Default Re: How is fragrance regarded in your culture?

    Good points Herb Lady, I can still remember the scent of Aqua Velva after shave on my grandfather, but he'd never wear a cologne or EDT, it just wasn't done by his generation. My dad had some Chaps, and Old Spice he'd wear for special occassions but never every day.

    Seems like the culture in NY at least is much more accepting of men wearing fragrances, especially since the birth of Metro-sexuals, and magazines catering to men, such as GQ, Esquire, Cargo, FHM, and Maxim. Fragrances for men seemed to take off along with skin care products, and designer clothing.

    My dad thinks men are getting too soft, and losing their place in society, maybe so, but we smell alot better.

  13. #13

    Default Re: How is fragrance regarded in your culture?

    Men rarely wear frags in south Louisiana. Usually a man will have a bottle of Acqua di Gio, Cool Water, or something similar in popularity laying about that he received like, three xmases ago.

    I buy my boyfriend Creed frags and other stuff that we both like. He is the only man I detect any scent on on a daily basis (and I am around a ton of men every day).

    Guys just aren't into it down here for the most part. I do notice if I ever catch a scent on a guy it is usually a black guy, but down here they tend to take care of themselves better than the white guys do (not stereotyping here, so please no one get upset. I'm not saying this is fact--it's just what I've observed from living here for so long). For instance, I will see black guys getting manicures, etc. They definitely dress better. The white guys are generally pretty big rednecks. I think they must feel wearing fragrance is girly in some way.

  14. #14

    Default Re: How is fragrance regarded in your culture?

    Culturally, fragrances (on men) are widely regarded as somewhat effeminate. Yes, the marketing can say otherwise, women certainly do. Most men still have a hard time with it.
    The post regarding the fragility of the masculine image in American culture, is largely accurate.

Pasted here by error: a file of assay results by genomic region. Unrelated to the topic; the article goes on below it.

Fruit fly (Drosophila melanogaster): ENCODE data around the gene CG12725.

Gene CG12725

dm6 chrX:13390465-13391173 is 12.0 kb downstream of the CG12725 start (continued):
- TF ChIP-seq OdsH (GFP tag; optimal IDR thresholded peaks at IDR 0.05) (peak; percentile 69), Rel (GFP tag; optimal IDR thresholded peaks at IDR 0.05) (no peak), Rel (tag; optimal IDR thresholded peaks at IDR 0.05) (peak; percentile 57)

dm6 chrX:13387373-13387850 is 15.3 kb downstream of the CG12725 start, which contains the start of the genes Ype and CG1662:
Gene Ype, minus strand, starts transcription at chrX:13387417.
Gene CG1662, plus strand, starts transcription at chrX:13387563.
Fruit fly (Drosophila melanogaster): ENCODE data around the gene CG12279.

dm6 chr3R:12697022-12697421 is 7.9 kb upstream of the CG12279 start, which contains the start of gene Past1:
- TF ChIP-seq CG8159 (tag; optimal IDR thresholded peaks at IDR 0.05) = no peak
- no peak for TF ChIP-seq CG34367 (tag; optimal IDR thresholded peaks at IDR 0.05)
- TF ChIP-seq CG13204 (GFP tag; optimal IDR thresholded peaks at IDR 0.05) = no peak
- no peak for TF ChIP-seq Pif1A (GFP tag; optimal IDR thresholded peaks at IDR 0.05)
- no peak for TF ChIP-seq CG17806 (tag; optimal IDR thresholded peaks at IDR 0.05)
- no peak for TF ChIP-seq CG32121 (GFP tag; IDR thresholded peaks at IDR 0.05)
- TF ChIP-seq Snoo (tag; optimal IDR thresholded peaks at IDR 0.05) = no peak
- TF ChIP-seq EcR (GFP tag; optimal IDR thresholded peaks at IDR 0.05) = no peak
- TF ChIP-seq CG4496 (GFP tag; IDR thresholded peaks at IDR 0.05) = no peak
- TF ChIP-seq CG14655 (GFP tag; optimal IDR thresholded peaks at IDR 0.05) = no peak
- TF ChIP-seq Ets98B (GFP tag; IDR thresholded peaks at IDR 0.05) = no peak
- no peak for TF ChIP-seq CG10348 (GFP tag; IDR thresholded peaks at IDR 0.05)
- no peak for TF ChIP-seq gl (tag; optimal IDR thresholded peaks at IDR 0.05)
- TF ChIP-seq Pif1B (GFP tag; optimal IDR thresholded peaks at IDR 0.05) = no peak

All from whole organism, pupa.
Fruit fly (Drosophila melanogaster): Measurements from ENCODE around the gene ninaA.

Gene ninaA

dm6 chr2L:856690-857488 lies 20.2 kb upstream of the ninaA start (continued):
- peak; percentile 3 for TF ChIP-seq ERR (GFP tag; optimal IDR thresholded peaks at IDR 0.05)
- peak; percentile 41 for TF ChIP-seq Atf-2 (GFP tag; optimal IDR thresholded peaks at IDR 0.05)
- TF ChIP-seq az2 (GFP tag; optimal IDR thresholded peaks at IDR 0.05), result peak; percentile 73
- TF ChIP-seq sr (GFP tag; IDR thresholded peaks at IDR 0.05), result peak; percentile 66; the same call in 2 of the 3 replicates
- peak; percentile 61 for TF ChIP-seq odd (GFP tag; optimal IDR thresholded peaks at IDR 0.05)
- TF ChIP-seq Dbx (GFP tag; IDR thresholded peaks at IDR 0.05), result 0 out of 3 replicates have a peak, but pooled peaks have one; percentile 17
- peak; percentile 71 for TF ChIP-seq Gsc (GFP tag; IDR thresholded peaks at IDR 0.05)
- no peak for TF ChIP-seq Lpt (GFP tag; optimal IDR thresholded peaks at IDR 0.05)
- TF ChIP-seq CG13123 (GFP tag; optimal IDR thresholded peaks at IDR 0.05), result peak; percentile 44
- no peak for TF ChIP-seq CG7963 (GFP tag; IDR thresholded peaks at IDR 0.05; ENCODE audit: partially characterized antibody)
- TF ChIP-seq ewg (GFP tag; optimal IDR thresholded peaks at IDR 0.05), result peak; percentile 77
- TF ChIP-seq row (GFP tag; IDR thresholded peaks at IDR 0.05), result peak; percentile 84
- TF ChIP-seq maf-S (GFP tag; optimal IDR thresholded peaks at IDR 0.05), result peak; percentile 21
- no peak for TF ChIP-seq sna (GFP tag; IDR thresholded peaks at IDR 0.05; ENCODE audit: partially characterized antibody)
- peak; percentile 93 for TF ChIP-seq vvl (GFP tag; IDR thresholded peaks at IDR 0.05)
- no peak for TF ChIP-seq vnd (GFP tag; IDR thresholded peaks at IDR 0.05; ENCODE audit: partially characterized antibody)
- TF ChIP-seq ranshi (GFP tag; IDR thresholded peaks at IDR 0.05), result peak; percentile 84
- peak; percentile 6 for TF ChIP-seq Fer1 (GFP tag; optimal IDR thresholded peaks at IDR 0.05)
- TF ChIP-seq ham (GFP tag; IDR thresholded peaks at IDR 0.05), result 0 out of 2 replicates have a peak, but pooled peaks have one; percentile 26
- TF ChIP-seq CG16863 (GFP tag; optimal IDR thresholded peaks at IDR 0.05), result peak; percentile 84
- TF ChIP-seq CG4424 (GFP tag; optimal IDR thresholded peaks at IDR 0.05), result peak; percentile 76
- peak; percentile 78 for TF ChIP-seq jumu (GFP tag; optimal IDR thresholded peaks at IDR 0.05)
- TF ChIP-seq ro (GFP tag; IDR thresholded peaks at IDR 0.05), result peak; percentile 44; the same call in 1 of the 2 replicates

For women it doesnt seem to be an issue.

    United States


  15. #15

    Default Re: How is fragrance regarded in your culture?

    Quote Originally Posted by Herb Lady
    From what I've heard, Montreal is rather different culturally from the rest of Canada, so it would be interesting to hear what other Canadians think about this issue.

    But I think your views are more in line with Americans of the same age as yourself; it's older American men in some regions who have differing views regarding fragrance.
    I live in Montreal now as well but I've lived in 2 other major canadian cities and visited 1 more so Ottawa, Toronto and Vancouver and we're all pretty fragrant. Montreal is more nichey, Ottawa is more "safe" citrusy scents, Toronto is more high end designer scents and Vancouver I only visited shortly so I couldnt make a definite say but I definatley smelled alot of frags around downtown.

  16. #16

    Default Re: How is fragrance regarded in your culture?

    Quote Originally Posted by gooderin
    Men rarely wear frags in south Louisiana. Usually a man will have a bottle of Acqua di Gio, Cool Water, or something similar in popularity laying about that he received like, three xmases ago.

    I buy my boyfriend Creed frags and other stuff that we both like. He is the only man I detect any scent on on a daily basis (and I am around a ton of men every day).
    Do you think that the heat and humidity of Lousiana has anything to do with it?

  17. #17

    Default Re: How is fragrance regarded in your culture?

    In India, fragrance permeates our culture (as a whole). I'm a Muslim, and we have a lot of perfume oils being used - culturally. Incense sticks (which smell of Sandalwood, Khus (vetiver) etc etc) are all too common. If you go to any temple or mosque, you'll find a lot of people using perfume oils (attars), the ones very common to India are Sandalwood, Musk, Henna, Khus, Mogra (don't know the name of the flower!), Jasmine etc are all too regularly used by people. However, in the streets, its a different matter, most people don't use perfume a lot (or even a little).... or for that matter, deos. As an Indian - due to the heritage, Perfume is all over the place, and due to the religious aspect (Muslim), it is also used (one must be clean, and smell good, so to say).